By proclaiming his ability to offer good law, in 1100 Henry I staged a successful bid for the throne of England. Stephen’s coup of 1135, by contrast, plunged England and Normandy into twenty years of civil war. Arrests at court, the fear of treachery, accusations of betrayal, and the ravaging of rival baronial estates, all served to poison relations among the Anglo-Norman ruling classes, ensuring that the scars of war remained tender long after peace was theoretically restored. In the process, there was a bruising, though still hotly debated, lurch in the balance between royal and baronial power.

England was a much governed land, since long before 1066 divided into shires and hundreds, accustomed to traditions of central and local government in which the king’s authority, communicated by written instructions (‘writs’) dispatched to sheriffs and other local officials, commanded at least superficial assent. This system had survived the Norman Conquest of 1066, albeit overlaid now by a tradition of ‘feudalism’ in which, as a result of conquest, all land was supposed to belong ultimately to the king and hence could be offered by the king to his faithful supporters in return for homage and service in the king’s armies. Those holding their lands directly from the king, known as barons or ‘tenants in chief’, used their landed resources to reward their own followers, establishing a distribution of the property of England in which a small elite, composed of knights holding land from barons, and barons holding their land directly from the king, lorded it over the vast majority of the population, itself divided between freemen, able to marry or go where they pleased, and serfs, generally bonded to their land, unfree, unable to marry without purchasing their lord’s permission. Historians today shun the word ‘feudalism’, invented in the 18th century as a pejorative term to describe the lordly exploitation of the lower classes that characterized pre-Revolutionary France or Russia. Nonetheless, ‘feudalism’ remains a word that, if it did not exist, we would find it necessary to invent.

Many of the practices described in Henry I’s coronation charter, and later in Magna Carta, were the consequences of that ‘feudalism’ introduced by the Norman Conquest. As a result of 1066, all barons in England were deemed to hold their lands from the king, a situation that had not prevailed, or at least whose precise terms had never been so clearly defined under Anglo-Saxon rule. The king as overlord acquired a series of lordly privileges that historians sometimes refer to as ‘feudal incidents’ (the ‘incidental’ consequences of lordship). These included jurisdiction over widows and orphans, and the right to demand particular payments resulting from the baronial life cycle: at inheritance and succession, at marriage and at death. In theory, since all land was held from the king, the king might deprive a baron’s son of the right to succeed to his father’s lands. This, however, was a drastic step, generally only taken in cases of outright idiocy or rebellion.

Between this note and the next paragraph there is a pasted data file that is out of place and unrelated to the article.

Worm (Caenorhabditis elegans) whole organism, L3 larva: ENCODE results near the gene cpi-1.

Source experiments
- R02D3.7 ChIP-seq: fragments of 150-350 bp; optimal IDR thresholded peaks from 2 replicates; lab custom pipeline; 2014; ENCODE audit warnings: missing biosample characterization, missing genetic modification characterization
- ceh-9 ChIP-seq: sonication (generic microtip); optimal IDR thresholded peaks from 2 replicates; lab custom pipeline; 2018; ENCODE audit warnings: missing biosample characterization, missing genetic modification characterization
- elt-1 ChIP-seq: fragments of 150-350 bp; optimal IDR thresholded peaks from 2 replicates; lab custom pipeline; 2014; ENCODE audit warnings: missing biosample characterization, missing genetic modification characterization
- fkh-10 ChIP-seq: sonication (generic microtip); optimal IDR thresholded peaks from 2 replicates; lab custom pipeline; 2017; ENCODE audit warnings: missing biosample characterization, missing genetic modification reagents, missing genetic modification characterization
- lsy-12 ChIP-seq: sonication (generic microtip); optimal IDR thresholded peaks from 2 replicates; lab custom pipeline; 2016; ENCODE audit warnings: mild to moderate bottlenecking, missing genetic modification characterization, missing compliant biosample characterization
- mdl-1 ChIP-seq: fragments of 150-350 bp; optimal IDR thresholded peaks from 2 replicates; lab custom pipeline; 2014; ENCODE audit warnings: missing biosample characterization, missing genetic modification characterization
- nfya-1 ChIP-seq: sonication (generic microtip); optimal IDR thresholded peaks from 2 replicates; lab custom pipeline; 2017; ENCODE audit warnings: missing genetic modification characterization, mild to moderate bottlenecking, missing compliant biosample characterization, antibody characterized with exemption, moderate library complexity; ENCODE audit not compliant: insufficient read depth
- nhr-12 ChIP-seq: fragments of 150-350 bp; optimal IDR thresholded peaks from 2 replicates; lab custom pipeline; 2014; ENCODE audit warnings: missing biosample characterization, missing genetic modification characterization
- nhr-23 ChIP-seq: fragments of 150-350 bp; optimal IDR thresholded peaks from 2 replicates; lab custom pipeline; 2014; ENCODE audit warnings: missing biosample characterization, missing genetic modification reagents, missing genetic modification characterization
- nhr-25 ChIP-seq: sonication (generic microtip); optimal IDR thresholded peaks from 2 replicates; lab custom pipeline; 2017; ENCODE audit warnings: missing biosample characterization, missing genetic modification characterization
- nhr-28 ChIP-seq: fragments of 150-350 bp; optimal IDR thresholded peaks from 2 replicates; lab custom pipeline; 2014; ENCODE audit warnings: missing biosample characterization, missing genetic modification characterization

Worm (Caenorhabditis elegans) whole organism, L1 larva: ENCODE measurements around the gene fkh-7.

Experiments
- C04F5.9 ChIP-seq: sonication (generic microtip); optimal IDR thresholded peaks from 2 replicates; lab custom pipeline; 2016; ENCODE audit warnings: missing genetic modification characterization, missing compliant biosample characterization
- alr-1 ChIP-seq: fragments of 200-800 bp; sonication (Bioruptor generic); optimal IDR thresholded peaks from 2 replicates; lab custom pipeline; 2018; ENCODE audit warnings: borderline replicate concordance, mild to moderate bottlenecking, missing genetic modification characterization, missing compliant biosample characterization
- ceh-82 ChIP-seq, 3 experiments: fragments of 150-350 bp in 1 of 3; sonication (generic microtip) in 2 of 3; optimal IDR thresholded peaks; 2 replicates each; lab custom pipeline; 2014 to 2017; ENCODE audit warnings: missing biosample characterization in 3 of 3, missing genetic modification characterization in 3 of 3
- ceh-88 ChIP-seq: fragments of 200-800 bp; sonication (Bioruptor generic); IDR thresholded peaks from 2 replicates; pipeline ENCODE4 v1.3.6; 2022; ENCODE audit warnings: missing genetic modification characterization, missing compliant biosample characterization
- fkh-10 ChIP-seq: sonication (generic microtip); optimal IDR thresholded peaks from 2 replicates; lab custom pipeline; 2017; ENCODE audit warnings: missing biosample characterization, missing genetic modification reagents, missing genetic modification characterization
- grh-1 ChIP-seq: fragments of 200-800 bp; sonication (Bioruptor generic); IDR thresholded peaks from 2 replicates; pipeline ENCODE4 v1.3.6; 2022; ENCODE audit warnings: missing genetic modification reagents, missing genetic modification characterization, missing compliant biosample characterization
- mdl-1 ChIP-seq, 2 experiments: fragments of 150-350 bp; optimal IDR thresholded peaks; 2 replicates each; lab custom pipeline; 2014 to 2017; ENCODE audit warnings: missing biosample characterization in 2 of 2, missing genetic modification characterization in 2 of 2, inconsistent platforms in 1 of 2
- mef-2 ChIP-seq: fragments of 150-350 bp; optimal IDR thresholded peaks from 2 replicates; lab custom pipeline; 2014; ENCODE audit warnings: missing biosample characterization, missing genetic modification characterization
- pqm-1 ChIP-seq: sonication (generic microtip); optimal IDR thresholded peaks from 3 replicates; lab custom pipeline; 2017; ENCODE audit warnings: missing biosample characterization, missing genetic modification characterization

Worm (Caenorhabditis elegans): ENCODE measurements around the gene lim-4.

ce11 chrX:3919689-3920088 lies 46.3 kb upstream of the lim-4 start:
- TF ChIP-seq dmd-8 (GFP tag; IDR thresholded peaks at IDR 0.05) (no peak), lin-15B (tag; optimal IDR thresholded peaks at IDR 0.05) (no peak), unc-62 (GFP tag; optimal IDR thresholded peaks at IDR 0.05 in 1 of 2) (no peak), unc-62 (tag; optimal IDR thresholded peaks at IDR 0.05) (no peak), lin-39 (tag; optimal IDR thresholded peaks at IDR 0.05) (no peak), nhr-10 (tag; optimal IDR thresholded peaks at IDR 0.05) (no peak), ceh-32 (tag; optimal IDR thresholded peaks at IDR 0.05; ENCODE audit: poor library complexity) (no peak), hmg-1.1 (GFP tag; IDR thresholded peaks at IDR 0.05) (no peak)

Rather like the powers of the modern British Parliament (which in the standard theoretical formulation can do anything save turn a man into a woman or a woman into a man – a statement which itself may need recasting in light of recent medical procedures), the authority of a medieval king was vaster in theory than in any practice that a king would dare attempt. From at least the 1140s, indeed probably since the 1070s, it was accepted tradition that land passed from father to son without arbitrary intervention from the king. Nonetheless, if there were any hitch in this pattern – if, for example, a baron died leaving female heirs or grandchildren or only nephews, or if the land, for want of a direct heir, ‘escheated’ (that is, returned to the king as overlord) – then it was the king’s will that determined what would happen next. In these circumstances, royal favour had to be bid for and bought by whichever potential heir had the deeper pockets. At times of crisis or uncertainty, or when the king himself faced particular financial pressures, ‘feudal incidents’ could become a major source of tension between the king and the political elite.

The Norman kings, like their Anglo-Saxon predecessors, made laws that they expected to be obeyed throughout their realm. Such laws were not so comprehensive as to govern all disputes or eventualities. A large part of criminal jurisdiction, as of the resolution of quarrels over land or property, remained a local affair, very much a question of self-help by those for whom feuding was a common pastime and for whom might was a great deal more apparent in their daily lives than any sort of abstract right. Presented as semi-official law collections attributed to ‘good’ rulers of the past, in particular to kings Cnut, Edward the Confessor, William I and Henry I, a series of manuscripts circulated in 12th-century England purporting to set out the particular codes of law that these kings had issued. Many were founded upon wishful thinking and the attribution to previous kings of laws that ‘ought’ to have been upheld but which rarely were. None can be considered a comprehensive statement of past, let alone of present, law. The courts themselves were governed first and foremost by the king and his whims, and thereafter by custom and by communal memory. Nowhere was there anything like today’s Statute Book or Law Reports from which lawyers, litigants, and the public at large could learn the exact condition and letter of the law.